Last time I wrote about improving color image permanence through digital imaging. I wish I could report similar good news for black and white. Our standards are higher for black and white images, since we the standard techniques yield images with prospective lifetimes measured in triple digits. Much of the slower progress for black and white images is due to lack of attention: no matter how much art photographers love monochromatic images, the sad truth is that black and white computer imaging is a technological backwater. Of all the potential consumers of digital image-making equipment, only a tiny fraction care about monochromatic images, so the developers of such devices don’t spend much time worrying about the problem. Almost every successful path to black and white digital images involves using equipment in ways the manufacturer did not intend.
One way to make a black and white print is to send a monochromatic image to a color printer, maybe even get fancy and simulate duotones or tritones. A superficial analysis says this should work; after all, grey is a color, isn’t it? This plan stumbles because the eye is much more sensitive to small color shifts for nearly-neutral colors than it is for highly saturated colors. When the whole image is nearly neutral, the eye is exceedingly critical, so that it’s hard to get the tones to look right, and nearly impossible to have them stay looking right in different lighting and over time.
A variation on this theme is to use a third-party monochromatic ink set in a color printer. The printer manufacturers hate this, because they make all their profits on the ink, and they retaliate by voiding your warranty. Because the market is small, the companies producing monochromatic inks tend to be small as well, and there aren’t the legions of chemists that are developing color inks working on the problem. In addition, with most printers, a piece of software called a printer driver needs to be written, debugged, and supported to make this scheme work. Nevertheless, there are several suppliers of such ink sets. Special ink sets yield prints that have consistent tonality and maintain tonality under different illuminations, but their longevity is open to question.
Other approaches to back and white digital images involve using conventional photographic materials. There are several digital printers designed to expose color photographic paper. When loaded with black and white paper, these printers do a fine job, but they’re priced beyond the reach of individual photographers, and thus work must be sent out. The lack of immediate feedback on subtleties in the output makes this approach problematical for many photographers.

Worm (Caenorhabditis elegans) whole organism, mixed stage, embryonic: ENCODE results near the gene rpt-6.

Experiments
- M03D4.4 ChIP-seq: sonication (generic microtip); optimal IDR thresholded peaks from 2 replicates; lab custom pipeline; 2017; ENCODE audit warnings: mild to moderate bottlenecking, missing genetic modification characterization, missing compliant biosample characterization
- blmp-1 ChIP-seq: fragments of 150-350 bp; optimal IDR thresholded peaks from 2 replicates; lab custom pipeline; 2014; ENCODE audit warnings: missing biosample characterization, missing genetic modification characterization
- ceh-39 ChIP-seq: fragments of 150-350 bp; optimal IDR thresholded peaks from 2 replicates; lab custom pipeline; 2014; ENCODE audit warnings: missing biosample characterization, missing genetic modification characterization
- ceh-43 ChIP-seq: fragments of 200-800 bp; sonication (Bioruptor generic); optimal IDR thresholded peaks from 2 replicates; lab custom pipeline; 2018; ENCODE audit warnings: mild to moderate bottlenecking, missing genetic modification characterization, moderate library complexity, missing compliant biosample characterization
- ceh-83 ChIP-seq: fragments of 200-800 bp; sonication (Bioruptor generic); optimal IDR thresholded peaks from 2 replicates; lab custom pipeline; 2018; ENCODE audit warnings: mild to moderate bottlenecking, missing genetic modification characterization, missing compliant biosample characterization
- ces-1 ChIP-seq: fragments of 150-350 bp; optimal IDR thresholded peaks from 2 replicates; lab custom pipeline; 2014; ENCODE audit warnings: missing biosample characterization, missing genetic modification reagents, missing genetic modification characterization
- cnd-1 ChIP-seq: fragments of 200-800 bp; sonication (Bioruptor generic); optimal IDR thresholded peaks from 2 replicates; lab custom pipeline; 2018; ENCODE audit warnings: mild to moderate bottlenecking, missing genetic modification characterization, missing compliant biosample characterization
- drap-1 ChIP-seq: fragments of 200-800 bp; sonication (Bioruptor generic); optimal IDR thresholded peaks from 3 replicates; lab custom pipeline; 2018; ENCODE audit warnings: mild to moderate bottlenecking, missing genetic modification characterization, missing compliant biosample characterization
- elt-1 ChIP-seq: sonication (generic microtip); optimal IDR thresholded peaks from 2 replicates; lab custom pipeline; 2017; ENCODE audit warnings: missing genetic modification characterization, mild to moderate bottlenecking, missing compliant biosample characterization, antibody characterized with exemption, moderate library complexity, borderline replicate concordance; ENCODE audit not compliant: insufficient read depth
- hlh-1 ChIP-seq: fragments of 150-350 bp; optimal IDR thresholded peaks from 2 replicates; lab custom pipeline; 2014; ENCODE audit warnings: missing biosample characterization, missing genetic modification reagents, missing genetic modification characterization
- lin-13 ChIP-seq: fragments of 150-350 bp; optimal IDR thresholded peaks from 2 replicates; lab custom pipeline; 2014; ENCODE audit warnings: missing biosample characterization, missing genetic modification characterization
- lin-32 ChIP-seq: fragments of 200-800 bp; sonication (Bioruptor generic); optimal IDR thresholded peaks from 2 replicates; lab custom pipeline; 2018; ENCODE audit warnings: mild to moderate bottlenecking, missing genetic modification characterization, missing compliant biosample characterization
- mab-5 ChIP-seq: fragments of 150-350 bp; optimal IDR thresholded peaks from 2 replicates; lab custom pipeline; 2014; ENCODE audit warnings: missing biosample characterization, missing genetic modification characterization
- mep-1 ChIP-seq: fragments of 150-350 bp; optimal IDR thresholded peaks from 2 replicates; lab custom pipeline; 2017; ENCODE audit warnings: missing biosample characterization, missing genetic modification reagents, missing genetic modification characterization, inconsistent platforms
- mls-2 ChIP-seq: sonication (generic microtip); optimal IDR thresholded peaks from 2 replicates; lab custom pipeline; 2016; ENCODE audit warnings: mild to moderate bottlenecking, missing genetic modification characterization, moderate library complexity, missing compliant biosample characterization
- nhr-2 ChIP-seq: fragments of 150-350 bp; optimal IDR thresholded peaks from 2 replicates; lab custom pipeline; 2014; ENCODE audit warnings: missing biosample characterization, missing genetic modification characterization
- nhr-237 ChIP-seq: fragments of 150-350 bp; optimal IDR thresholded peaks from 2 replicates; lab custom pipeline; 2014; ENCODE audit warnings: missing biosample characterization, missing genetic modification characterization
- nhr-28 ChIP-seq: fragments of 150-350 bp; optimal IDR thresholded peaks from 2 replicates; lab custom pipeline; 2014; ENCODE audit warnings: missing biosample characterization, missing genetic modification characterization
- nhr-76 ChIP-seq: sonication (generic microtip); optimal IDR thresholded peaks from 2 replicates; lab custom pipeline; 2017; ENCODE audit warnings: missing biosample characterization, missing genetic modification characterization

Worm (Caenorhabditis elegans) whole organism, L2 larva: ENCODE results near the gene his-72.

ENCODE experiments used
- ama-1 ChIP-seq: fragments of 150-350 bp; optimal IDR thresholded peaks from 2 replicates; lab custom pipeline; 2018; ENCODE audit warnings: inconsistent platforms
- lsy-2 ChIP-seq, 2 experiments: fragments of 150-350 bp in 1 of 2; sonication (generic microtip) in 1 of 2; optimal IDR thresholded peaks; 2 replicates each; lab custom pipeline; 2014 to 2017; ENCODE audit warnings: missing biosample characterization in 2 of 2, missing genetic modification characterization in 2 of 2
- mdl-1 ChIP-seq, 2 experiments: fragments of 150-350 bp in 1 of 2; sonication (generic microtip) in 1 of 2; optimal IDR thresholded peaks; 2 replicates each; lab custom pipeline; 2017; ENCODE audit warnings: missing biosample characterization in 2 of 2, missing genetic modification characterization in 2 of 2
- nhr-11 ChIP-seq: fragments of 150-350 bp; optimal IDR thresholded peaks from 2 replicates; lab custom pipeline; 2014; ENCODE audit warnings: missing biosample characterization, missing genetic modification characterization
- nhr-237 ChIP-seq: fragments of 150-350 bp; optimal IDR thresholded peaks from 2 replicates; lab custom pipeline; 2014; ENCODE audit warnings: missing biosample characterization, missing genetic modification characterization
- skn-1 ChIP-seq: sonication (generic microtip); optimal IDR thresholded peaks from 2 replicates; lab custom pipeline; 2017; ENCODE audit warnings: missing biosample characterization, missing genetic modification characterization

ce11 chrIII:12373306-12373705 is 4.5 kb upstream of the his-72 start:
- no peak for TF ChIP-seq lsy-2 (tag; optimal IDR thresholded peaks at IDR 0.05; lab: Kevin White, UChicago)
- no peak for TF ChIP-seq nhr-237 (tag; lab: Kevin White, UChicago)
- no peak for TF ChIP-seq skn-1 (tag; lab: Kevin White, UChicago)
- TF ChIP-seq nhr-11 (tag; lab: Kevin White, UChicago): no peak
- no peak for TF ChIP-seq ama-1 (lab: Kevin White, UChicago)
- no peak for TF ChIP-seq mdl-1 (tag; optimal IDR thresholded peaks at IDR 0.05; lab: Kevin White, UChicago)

A photographer could obtain a negative of a digital image and print it on conventional photographic material. A small negative could be enlarged onto silver gelatin paper, and a large negative could be contact printed on a wide variety of materials. Producing platinum or gum bichromate prints from digital images provides a delicious resonance between the high-tech present and the romantic past. Getting the negative is the tricky part. Film recorders can produce enlargeable negatives, but the level of quality required to avoid digital artifacts is elusive. Image setters were originally designed to expose photographic film for the creation of offset lithographic printing plates; with proper calibration, the film can be used as a photographic negative. However, the quality required for photographic purposes means that most service bureaus cannot reliably produce acceptable negatives. Either the photographer or the service bureau may decide that the amount of experimentation, setup, and rework required to get acceptable output is too great, especially since the trend in printing is towards direct-to-plate processes that bypass the film entirely.
There’s another path to a printable negative: the very same color desktop printer that can’t produce permanent output on its own. Load the printer with transparent film. Use standard inks, since the color of the ink will have minimal effect on the finished print. The price is right. The feedback is quick. Can you get sufficient density? Can the tones be smooth and repeatable? Will there be visible digital artifacts or annoying defects in the transparent substrate? I will be doing some experimentation over the next few months, and I’ll let you know what I find out.